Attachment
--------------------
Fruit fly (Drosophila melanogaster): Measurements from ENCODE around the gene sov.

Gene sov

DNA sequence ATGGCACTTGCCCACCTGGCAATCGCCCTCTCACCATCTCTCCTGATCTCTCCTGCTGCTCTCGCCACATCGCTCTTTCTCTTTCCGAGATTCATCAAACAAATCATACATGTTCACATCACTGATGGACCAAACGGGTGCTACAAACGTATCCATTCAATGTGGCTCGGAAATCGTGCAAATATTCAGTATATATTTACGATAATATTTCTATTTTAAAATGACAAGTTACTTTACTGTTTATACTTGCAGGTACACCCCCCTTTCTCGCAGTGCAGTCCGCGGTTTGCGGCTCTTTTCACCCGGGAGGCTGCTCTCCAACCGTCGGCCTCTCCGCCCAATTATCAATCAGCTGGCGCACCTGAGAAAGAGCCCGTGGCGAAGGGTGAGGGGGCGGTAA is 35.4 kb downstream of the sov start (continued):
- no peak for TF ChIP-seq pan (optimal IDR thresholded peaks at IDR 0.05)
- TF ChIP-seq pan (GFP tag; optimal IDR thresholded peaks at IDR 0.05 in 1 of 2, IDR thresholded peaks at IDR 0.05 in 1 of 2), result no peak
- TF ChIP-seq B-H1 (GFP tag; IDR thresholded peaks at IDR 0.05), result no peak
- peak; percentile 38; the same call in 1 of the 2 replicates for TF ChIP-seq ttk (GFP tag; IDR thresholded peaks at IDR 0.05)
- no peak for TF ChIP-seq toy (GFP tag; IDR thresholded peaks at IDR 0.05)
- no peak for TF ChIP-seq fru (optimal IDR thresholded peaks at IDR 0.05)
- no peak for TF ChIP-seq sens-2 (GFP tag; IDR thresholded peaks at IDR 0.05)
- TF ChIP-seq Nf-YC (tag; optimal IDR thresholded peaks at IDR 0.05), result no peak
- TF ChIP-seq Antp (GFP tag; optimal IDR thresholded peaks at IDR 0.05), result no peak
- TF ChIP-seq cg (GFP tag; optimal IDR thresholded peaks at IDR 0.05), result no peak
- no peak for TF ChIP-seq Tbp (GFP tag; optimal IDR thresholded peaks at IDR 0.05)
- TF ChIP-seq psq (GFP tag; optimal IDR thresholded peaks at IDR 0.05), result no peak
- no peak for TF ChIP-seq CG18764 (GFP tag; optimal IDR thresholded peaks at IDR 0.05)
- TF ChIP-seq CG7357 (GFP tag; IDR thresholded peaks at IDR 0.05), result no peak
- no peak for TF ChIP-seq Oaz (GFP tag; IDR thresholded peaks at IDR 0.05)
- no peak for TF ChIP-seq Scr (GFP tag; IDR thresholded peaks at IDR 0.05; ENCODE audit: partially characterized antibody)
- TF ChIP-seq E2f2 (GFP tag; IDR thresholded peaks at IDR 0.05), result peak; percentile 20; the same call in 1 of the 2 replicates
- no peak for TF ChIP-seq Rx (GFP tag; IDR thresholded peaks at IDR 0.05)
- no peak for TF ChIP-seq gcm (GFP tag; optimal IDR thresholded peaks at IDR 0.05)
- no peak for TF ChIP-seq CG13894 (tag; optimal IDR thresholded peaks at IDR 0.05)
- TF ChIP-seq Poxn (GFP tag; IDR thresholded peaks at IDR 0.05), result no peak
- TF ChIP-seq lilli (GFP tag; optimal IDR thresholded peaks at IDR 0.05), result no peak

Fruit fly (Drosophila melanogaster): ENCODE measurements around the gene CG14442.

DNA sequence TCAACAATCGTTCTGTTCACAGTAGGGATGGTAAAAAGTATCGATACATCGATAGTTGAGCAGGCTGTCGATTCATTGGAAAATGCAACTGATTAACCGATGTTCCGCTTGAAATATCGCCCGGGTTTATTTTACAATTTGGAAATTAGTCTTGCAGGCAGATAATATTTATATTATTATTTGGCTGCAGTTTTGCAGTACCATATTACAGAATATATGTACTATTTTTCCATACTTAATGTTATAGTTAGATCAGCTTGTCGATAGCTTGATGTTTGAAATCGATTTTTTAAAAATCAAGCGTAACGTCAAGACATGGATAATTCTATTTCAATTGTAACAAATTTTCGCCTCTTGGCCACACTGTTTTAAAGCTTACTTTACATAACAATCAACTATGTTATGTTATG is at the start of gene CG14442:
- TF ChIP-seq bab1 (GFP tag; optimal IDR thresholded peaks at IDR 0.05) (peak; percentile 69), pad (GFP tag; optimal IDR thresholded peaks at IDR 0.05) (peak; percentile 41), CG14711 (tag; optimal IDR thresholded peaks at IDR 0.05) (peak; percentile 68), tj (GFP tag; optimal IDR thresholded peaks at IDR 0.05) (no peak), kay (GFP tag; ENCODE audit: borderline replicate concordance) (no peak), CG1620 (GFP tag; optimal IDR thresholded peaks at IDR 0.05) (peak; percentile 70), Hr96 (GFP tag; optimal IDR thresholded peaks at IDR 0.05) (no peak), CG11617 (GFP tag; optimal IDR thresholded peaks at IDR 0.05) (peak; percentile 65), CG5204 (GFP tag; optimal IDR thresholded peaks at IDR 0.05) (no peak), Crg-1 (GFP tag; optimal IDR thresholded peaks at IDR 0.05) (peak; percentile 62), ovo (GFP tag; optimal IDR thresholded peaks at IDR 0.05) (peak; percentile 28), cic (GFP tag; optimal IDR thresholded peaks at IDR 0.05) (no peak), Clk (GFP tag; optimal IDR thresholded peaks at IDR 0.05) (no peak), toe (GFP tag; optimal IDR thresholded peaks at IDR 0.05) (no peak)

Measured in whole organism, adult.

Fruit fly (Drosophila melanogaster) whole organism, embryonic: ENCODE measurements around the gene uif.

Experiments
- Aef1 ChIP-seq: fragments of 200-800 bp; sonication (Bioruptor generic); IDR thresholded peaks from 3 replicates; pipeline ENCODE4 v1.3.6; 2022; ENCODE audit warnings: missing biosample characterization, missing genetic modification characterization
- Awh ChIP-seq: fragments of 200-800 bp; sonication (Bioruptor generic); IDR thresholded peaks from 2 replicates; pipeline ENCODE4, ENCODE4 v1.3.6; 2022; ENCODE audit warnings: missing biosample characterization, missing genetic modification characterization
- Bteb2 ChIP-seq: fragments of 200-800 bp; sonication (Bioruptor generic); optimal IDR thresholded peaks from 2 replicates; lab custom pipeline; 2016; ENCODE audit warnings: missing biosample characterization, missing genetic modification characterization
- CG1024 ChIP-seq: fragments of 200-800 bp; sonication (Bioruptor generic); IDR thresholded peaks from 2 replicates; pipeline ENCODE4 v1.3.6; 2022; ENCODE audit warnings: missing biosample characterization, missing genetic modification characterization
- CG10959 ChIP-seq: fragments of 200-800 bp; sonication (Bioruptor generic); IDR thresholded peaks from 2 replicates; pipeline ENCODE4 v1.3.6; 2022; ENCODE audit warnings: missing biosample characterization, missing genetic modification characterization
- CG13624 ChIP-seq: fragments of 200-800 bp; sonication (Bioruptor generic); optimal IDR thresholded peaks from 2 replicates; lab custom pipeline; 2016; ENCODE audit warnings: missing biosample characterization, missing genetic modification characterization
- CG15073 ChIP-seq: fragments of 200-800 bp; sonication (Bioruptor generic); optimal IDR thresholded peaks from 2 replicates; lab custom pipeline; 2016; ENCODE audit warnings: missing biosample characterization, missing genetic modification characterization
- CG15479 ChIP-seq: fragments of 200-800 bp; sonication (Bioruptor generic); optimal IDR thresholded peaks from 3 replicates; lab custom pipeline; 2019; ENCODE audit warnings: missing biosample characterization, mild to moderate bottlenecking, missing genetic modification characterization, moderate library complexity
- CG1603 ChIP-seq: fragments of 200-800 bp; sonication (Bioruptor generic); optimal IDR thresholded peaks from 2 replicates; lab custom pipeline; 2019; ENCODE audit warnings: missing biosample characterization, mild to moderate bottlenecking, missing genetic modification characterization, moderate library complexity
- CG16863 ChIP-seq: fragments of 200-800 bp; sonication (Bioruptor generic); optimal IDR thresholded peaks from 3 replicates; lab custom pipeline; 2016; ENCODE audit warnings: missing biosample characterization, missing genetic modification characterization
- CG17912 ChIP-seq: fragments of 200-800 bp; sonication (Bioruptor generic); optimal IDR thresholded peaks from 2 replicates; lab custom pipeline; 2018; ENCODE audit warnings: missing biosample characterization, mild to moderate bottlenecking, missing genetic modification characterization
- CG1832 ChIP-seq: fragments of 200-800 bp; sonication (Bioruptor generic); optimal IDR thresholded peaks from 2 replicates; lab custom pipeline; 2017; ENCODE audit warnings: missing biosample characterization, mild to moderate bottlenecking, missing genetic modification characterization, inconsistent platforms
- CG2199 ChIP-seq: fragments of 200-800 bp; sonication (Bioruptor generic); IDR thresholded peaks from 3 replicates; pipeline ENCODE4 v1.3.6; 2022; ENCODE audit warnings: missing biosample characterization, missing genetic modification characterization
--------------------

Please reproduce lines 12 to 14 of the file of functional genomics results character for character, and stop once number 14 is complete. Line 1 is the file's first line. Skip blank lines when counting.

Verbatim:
- TF ChIP-seq Antp (GFP tag; optimal IDR thresholded peaks at IDR 0.05), result no peak
- TF ChIP-seq cg (GFP tag; optimal IDR thresholded peaks at IDR 0.05), result no peak
- no peak for TF ChIP-seq Tbp (GFP tag; optimal IDR thresholded peaks at IDR 0.05)